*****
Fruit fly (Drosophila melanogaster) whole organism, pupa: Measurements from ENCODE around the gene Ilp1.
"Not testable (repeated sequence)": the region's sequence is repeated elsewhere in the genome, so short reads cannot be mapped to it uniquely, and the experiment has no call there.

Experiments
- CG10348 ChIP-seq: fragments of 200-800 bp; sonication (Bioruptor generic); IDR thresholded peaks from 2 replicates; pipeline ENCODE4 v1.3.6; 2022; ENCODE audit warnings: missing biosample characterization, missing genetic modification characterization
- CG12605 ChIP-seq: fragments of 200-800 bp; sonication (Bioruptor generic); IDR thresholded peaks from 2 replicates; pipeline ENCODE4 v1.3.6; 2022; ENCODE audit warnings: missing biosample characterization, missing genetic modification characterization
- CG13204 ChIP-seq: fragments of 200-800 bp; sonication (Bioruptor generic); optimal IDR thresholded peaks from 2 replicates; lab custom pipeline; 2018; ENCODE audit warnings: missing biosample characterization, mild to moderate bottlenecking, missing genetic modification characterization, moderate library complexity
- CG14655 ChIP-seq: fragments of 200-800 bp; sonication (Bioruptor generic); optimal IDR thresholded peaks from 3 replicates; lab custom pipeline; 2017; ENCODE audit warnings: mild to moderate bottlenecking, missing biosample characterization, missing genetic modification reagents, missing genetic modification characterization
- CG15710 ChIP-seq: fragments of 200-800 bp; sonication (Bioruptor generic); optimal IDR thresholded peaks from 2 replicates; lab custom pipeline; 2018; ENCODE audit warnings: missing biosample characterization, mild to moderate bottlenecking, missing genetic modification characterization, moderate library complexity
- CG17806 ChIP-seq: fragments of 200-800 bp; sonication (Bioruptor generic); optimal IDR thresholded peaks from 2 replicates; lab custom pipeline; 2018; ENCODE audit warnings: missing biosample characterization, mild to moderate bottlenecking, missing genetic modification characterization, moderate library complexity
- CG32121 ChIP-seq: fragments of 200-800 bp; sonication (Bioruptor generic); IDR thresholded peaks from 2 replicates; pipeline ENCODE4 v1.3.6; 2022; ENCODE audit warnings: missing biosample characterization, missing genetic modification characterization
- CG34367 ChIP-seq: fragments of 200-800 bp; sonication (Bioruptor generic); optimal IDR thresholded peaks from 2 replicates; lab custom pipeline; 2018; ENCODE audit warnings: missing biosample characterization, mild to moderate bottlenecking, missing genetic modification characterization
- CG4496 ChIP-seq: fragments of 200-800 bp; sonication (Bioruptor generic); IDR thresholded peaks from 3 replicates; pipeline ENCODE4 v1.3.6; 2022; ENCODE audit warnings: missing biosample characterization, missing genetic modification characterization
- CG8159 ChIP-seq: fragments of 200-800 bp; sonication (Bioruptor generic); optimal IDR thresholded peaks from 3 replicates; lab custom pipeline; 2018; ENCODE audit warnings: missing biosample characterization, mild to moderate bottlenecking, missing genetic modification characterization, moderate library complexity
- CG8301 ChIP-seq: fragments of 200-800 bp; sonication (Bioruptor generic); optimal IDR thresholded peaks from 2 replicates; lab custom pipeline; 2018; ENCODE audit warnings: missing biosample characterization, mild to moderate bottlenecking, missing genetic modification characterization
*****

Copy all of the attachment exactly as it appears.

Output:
Fruit fly (Drosophila melanogaster) whole organism, pupa: Measurements from ENCODE around the gene Ilp1.
"Not testable (repeated sequence)": the region's sequence is repeated elsewhere in the genome, so short reads cannot be mapped to it uniquely, and the experiment has no call there.

Experiments
- CG10348 ChIP-seq: fragments of 200-800 bp; sonication (Bioruptor generic); IDR thresholded peaks from 2 replicates; pipeline ENCODE4 v1.3.6; 2022; ENCODE audit warnings: missing biosample characterization, missing genetic modification characterization
- CG12605 ChIP-seq: fragments of 200-800 bp; sonication (Bioruptor generic); IDR thresholded peaks from 2 replicates; pipeline ENCODE4 v1.3.6; 2022; ENCODE audit warnings: missing biosample characterization, missing genetic modification characterization
- CG13204 ChIP-seq: fragments of 200-800 bp; sonication (Bioruptor generic); optimal IDR thresholded peaks from 2 replicates; lab custom pipeline; 2018; ENCODE audit warnings: missing biosample characterization, mild to moderate bottlenecking, missing genetic modification characterization, moderate library complexity
- CG14655 ChIP-seq: fragments of 200-800 bp; sonication (Bioruptor generic); optimal IDR thresholded peaks from 3 replicates; lab custom pipeline; 2017; ENCODE audit warnings: mild to moderate bottlenecking, missing biosample characterization, missing genetic modification reagents, missing genetic modification characterization
- CG15710 ChIP-seq: fragments of 200-800 bp; sonication (Bioruptor generic); optimal IDR thresholded peaks from 2 replicates; lab custom pipeline; 2018; ENCODE audit warnings: missing biosample characterization, mild to moderate bottlenecking, missing genetic modification characterization, moderate library complexity
- CG17806 ChIP-seq: fragments of 200-800 bp; sonication (Bioruptor generic); optimal IDR thresholded peaks from 2 replicates; lab custom pipeline; 2018; ENCODE audit warnings: missing biosample characterization, mild to moderate bottlenecking, missing genetic modification characterization, moderate library complexity
- CG32121 ChIP-seq: fragments of 200-800 bp; sonication (Bioruptor generic); IDR thresholded peaks from 2 replicates; pipeline ENCODE4 v1.3.6; 2022; ENCODE audit warnings: missing biosample characterization, missing genetic modification characterization
- CG34367 ChIP-seq: fragments of 200-800 bp; sonication (Bioruptor generic); optimal IDR thresholded peaks from 2 replicates; lab custom pipeline; 2018; ENCODE audit warnings: missing biosample characterization, mild to moderate bottlenecking, missing genetic modification characterization
- CG4496 ChIP-seq: fragments of 200-800 bp; sonication (Bioruptor generic); IDR thresholded peaks from 3 replicates; pipeline ENCODE4 v1.3.6; 2022; ENCODE audit warnings: missing biosample characterization, missing genetic modification characterization
- CG8159 ChIP-seq: fragments of 200-800 bp; sonication (Bioruptor generic); optimal IDR thresholded peaks from 3 replicates; lab custom pipeline; 2018; ENCODE audit warnings: missing biosample characterization, mild to moderate bottlenecking, missing genetic modification characterization, moderate library complexity
- CG8301 ChIP-seq: fragments of 200-800 bp; sonication (Bioruptor generic); optimal IDR thresholded peaks from 2 replicates; lab custom pipeline; 2018; ENCODE audit warnings: missing biosample characterization, mild to moderate bottlenecking, missing genetic modification characterization